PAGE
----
At the Potsdam Conference in August 1945, after Germany's unconditional surrender on May 8, 1945, the Allies divided Germany into four military occupation zones – French in the southwest, British in the northwest, United States in the south, and Soviet in the east. According to the agreement, the occupiers would "possess supreme authority with respect to Germany."
The French zone consisted of the present state of Rheinland-Pfalz and the southern areas of Baden-Württemberg. The headquarter of the French Military Government was in Baden-Baden.

In December 1945 France issued a set of 16 stamps for general use throughout its occupation zone:

 

France also issued occupation postage, semipostal and postal tax stamps for the individual German states that it occupied (southern part of Baden, Rhineland-Palatinate, Saarland and Wuerttemberg-Hohenzollern). Separate French occupation stamp issues generally came to an end in 1949 with the formation of the Federal Republic of Germany. France, however, continued to occupy one German state, Saar, until 1957.

 

Baden

After World War II in 1945, the French military government created the state of Baden with Freiburg im Breisgau as capital out of the southern half of the former Baden. In 1952, Baden was merged with Württemberg-Baden and Württemberg-Hohenzollern to form the new German state of Baden-Württemberg.

 

Rheinland-Pfalz (Rhineland-Palatinate)

Rhineland-Palatinate was created by the French military government as a part of the French Occupation Zone. It comprised lands including the southern part of the Prussian province Rheinprovinz (Rhineland), part of the Prussian province Hessen-Nassau, part of Rheinhessen and the Bavarian Rheinpfalz and consisted in all of 39 counties in 5 districts.

 

Saar

After World War II, the Saarland came under French administration again, as the Saar Protectorate. France attempted to gain economic control of the remaining German industrial areas with large coal and mineral deposits; the Ruhr area and the Saar area (Germany's second largest centre of mining and industry). In 1947, France formally removed Saar from its occupation zone and established it as a French protectorate. Under the French, pro-German parties were banned.
In the Paris Accords of 23 October 1954, France offered to establish an independent "Saarland", under the auspices of the Western European Union, but a referendum held on 23 October 1955 rejected this plan. Instead, the people of the Saar opted for the return of the Saar to the Federal Republic of Germany. On October 27, 1956, the Saar Treaty established that Saarland should be allowed to rejoin West Germany, which it did on January 1, 1957.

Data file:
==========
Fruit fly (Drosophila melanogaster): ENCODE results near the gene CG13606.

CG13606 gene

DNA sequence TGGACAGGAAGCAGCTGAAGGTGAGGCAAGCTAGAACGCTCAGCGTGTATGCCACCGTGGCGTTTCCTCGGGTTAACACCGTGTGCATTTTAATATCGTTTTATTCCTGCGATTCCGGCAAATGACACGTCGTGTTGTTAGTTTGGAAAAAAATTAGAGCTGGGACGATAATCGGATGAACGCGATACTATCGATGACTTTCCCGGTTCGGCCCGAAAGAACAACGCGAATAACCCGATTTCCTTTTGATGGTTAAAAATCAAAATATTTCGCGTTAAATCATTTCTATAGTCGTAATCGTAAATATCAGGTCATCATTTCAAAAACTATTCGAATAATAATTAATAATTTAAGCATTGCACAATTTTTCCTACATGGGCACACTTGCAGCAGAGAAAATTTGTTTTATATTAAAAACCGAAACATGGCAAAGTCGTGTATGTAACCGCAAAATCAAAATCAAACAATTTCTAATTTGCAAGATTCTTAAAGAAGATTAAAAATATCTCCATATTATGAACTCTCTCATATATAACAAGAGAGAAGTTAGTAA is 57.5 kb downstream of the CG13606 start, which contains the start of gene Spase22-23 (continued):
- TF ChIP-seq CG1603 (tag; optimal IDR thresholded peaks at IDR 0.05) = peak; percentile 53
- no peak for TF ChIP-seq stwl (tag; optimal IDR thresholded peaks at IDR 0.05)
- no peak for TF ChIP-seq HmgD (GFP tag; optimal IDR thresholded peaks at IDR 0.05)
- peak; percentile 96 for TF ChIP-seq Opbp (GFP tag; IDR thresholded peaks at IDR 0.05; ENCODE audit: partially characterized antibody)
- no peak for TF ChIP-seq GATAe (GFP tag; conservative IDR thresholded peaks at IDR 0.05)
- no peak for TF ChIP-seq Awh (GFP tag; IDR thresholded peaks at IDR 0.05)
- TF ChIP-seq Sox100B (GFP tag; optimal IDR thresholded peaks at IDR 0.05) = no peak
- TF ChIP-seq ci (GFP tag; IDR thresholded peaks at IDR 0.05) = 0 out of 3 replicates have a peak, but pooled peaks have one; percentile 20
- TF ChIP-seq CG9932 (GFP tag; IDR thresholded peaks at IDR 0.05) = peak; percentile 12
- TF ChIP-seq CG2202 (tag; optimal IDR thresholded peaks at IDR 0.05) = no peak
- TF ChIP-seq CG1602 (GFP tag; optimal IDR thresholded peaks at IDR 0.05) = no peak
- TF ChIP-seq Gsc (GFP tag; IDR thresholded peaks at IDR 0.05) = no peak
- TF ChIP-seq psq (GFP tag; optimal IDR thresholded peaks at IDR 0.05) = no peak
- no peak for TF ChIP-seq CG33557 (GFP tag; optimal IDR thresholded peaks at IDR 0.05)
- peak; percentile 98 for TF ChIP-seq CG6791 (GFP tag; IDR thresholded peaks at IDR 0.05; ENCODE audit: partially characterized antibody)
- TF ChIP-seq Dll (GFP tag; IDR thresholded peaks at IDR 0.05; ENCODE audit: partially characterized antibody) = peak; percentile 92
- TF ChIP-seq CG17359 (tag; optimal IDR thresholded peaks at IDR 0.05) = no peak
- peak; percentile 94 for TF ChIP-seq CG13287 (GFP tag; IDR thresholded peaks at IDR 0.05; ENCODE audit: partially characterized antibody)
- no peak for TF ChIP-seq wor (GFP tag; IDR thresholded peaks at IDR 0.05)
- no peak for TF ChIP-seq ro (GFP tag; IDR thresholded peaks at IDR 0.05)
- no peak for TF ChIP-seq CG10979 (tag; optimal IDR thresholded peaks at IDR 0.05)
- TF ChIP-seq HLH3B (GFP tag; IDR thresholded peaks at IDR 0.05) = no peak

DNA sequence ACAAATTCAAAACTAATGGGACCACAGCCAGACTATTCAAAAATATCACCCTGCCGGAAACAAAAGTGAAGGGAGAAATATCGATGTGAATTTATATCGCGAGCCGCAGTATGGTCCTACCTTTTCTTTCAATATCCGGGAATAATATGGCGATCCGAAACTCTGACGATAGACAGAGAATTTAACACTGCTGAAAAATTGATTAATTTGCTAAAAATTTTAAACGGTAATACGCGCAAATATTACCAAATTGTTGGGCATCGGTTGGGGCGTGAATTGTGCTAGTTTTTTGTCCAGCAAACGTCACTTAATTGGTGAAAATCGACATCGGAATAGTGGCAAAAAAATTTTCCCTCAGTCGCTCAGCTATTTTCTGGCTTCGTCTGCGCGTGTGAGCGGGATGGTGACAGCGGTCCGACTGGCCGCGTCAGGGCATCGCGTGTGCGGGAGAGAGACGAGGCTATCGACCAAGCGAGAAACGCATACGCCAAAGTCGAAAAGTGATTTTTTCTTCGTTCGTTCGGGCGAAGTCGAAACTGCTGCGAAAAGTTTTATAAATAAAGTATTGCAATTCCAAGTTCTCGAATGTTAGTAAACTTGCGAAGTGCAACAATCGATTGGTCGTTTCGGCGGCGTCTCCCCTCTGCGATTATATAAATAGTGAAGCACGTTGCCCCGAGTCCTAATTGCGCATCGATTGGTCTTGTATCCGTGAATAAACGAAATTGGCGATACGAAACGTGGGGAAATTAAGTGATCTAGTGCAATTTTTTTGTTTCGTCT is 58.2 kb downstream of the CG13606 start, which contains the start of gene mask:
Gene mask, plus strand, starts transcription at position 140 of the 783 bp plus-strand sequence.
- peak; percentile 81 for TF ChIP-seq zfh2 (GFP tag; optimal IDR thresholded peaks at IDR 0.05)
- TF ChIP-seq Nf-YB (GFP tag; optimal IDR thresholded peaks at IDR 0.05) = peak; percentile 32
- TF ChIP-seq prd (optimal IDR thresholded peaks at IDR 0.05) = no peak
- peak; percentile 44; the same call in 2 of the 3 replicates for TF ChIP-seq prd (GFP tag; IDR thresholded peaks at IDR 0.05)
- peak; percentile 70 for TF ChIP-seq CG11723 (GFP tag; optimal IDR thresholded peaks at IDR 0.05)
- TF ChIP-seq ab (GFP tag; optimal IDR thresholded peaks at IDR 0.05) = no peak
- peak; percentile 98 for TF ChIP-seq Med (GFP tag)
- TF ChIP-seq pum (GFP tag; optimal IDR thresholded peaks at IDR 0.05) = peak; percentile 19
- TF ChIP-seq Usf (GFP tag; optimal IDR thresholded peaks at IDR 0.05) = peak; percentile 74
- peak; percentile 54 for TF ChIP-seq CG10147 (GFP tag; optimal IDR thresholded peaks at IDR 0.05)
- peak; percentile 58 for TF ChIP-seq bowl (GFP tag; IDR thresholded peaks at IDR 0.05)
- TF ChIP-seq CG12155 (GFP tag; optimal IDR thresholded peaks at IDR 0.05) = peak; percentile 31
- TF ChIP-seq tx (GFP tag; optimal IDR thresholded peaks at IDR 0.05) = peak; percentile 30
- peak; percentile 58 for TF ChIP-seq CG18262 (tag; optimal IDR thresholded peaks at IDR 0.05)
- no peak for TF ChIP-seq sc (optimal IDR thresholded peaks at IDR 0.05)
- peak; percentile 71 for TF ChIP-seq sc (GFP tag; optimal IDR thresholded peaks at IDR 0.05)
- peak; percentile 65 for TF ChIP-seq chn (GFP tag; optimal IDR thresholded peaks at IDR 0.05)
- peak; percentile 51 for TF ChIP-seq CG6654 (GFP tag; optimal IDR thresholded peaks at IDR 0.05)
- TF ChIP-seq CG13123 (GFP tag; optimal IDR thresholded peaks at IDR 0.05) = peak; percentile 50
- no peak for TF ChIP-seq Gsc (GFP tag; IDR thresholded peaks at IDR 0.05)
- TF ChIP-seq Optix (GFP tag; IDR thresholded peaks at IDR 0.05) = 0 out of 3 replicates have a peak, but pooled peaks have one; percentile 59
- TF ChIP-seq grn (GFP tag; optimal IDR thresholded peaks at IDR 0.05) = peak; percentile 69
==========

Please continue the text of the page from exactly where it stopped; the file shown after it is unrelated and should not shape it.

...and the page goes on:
The currencies used in the Saar were the Saar mark, introduced in 1947, and the Saar franken, on par with the French franc, introduced in coins in 1954. The German mark was not valid in Saarland until July 6, 1959.

 

A first set of Saar definitives came out in mid-1947, and included 17 stamps using six designs, including worker of various occupations, Mettlach Abbey, and Marshal Ney. Three of these values were also printed on paper watermarked with a pattern of curving lines. These first stamps were denominated in German currency, but just as before, were replaced in November by French currency denominations.
The French established a protectorate in December 1947, and on 1 April 1948 issued a new series inscribed "SAARPOST", followed by another in 1949 inscribed "SAAR". The French issued a few commemoratives each year through 1956, punctuated by a definitive set showing various buildings, in 1952.
The return of the Saar to German control was commemorated on 1 January 1957 by a special stamps, then followed shortly thereafter by definitives with the then-standard profile of President Theodor Heuss, and inscribed both "SAARLAND" and "DEUTSCHE BUNDESPOST". The numerals did not indicate a monetary system, but were implicitly francs; later in 1957, the stamps were reissued with a small "F" after the numeral. Additional commemoratives appeared regularly for several more years while the German monetary was re-established. The last postage stamp of the Saar went on sale 6 May 1959. Thereafter Saarland used the regular stamps of Germany.

 

Wurtemberg